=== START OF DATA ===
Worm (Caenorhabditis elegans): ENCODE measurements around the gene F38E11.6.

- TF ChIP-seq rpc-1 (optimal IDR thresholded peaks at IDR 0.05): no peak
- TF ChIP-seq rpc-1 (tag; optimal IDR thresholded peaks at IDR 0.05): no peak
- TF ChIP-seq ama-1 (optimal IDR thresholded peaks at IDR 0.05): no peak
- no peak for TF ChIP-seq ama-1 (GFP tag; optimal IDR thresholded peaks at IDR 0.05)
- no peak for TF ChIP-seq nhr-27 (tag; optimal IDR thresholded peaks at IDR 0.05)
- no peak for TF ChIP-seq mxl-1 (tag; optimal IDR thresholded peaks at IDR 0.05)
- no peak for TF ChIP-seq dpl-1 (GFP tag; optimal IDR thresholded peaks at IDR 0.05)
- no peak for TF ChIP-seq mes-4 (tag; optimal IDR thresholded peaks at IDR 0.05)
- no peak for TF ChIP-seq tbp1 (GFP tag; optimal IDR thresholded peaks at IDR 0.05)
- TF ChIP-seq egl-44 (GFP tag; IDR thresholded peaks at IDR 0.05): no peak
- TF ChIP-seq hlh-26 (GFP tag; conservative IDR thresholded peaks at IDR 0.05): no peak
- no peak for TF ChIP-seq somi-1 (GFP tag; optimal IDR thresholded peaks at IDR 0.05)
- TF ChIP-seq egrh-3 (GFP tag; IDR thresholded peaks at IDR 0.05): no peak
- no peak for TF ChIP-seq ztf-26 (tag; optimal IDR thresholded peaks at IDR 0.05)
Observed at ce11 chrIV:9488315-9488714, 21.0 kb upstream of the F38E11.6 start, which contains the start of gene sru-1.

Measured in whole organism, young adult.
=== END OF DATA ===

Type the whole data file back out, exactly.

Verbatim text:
Worm (Caenorhabditis elegans): ENCODE measurements around the gene F38E11.6.

- TF ChIP-seq rpc-1 (optimal IDR thresholded peaks at IDR 0.05): no peak
- TF ChIP-seq rpc-1 (tag; optimal IDR thresholded peaks at IDR 0.05): no peak
- TF ChIP-seq ama-1 (optimal IDR thresholded peaks at IDR 0.05): no peak
- no peak for TF ChIP-seq ama-1 (GFP tag; optimal IDR thresholded peaks at IDR 0.05)
- no peak for TF ChIP-seq nhr-27 (tag; optimal IDR thresholded peaks at IDR 0.05)
- no peak for TF ChIP-seq mxl-1 (tag; optimal IDR thresholded peaks at IDR 0.05)
- no peak for TF ChIP-seq dpl-1 (GFP tag; optimal IDR thresholded peaks at IDR 0.05)
- no peak for TF ChIP-seq mes-4 (tag; optimal IDR thresholded peaks at IDR 0.05)
- no peak for TF ChIP-seq tbp1 (GFP tag; optimal IDR thresholded peaks at IDR 0.05)
- TF ChIP-seq egl-44 (GFP tag; IDR thresholded peaks at IDR 0.05): no peak
- TF ChIP-seq hlh-26 (GFP tag; conservative IDR thresholded peaks at IDR 0.05): no peak
- no peak for TF ChIP-seq somi-1 (GFP tag; optimal IDR thresholded peaks at IDR 0.05)
- TF ChIP-seq egrh-3 (GFP tag; IDR thresholded peaks at IDR 0.05): no peak
- no peak for TF ChIP-seq ztf-26 (tag; optimal IDR thresholded peaks at IDR 0.05)
Observed at ce11 chrIV:9488315-9488714, 21.0 kb upstream of the F38E11.6 start, which contains the start of gene sru-1.

Measured in whole organism, young adult.